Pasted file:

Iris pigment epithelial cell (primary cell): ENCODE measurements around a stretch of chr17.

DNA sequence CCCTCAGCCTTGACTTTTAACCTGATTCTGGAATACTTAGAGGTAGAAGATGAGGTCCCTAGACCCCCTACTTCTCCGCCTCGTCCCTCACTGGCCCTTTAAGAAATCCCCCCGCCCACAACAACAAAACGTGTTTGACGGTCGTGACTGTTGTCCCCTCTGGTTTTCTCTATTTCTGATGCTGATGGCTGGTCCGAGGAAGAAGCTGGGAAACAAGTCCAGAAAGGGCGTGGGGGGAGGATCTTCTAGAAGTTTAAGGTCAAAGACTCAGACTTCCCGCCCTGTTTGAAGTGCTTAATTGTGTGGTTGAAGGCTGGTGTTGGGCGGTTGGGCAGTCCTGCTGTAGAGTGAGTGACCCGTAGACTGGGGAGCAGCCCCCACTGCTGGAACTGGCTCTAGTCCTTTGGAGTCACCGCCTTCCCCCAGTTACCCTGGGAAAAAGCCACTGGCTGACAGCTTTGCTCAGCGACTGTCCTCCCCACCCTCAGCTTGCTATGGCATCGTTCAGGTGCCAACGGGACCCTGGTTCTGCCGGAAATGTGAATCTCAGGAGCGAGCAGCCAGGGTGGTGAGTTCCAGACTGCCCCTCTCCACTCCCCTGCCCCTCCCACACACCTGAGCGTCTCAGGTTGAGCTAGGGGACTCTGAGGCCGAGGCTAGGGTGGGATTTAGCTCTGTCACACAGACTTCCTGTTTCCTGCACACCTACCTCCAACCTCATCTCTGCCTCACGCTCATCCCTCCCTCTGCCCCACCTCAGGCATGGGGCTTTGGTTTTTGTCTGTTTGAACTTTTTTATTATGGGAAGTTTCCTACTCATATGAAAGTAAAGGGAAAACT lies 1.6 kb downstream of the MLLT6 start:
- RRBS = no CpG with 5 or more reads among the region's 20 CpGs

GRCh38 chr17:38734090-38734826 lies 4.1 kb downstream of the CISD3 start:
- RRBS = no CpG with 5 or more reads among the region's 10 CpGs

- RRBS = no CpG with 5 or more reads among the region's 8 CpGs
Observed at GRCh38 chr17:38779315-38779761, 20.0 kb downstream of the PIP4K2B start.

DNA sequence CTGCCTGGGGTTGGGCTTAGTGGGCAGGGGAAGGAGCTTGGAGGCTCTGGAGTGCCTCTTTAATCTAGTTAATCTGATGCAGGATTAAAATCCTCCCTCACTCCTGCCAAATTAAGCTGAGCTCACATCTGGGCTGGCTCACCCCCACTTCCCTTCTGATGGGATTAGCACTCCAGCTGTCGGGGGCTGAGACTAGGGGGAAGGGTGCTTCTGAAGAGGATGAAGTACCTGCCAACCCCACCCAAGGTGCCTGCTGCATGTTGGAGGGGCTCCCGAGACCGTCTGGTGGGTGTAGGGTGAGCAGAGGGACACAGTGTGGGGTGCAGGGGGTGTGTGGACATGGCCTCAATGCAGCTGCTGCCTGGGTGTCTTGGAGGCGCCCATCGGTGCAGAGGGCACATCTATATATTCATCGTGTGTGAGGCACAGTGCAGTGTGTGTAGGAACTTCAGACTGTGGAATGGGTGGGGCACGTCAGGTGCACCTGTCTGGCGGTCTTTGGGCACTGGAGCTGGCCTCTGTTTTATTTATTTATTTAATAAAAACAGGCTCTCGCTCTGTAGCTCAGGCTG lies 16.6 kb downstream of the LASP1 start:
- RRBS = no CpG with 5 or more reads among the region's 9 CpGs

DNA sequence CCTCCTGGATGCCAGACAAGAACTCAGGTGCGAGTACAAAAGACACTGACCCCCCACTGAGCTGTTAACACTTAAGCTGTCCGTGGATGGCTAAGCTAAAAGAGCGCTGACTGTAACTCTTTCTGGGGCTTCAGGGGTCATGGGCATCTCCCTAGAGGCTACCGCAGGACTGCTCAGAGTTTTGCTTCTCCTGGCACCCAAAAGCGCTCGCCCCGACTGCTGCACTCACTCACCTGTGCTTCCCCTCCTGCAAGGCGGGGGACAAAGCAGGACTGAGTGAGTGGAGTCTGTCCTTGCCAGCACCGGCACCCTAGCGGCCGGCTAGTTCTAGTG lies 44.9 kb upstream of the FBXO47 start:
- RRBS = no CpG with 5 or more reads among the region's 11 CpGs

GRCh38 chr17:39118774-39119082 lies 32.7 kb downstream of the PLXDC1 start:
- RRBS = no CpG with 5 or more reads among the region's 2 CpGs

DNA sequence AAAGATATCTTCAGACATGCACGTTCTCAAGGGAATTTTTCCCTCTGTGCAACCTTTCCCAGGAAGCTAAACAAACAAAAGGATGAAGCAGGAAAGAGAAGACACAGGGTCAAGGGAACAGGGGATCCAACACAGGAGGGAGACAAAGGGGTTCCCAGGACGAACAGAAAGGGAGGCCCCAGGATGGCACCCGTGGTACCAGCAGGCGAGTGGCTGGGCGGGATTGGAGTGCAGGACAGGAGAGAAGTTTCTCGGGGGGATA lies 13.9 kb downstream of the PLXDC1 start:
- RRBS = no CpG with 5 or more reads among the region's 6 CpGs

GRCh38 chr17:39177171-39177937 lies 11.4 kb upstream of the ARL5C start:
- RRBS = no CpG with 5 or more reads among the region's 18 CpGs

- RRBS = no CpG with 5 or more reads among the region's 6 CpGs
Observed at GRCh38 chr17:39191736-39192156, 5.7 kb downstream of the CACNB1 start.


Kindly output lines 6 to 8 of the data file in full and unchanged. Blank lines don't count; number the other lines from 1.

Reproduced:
- RRBS = no CpG with 5 or more reads among the region's 8 CpGs
Observed at GRCh38 chr17:38779315-38779761, 20.0 kb downstream of the PIP4K2B start.

DNA sequence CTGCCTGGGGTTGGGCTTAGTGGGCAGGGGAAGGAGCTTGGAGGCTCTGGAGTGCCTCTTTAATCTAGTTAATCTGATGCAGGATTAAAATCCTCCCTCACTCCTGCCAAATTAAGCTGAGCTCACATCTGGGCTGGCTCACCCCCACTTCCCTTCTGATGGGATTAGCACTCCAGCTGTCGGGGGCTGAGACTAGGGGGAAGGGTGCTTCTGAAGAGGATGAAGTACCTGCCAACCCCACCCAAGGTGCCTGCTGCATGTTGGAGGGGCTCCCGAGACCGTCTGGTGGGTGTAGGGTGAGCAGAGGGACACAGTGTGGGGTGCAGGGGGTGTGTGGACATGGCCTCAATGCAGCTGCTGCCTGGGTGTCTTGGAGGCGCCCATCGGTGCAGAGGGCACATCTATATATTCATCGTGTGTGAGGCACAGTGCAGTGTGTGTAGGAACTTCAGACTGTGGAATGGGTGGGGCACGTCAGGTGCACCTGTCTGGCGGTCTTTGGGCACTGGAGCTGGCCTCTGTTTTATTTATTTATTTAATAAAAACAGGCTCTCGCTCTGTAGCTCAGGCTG lies 16.6 kb downstream of the LASP1 start: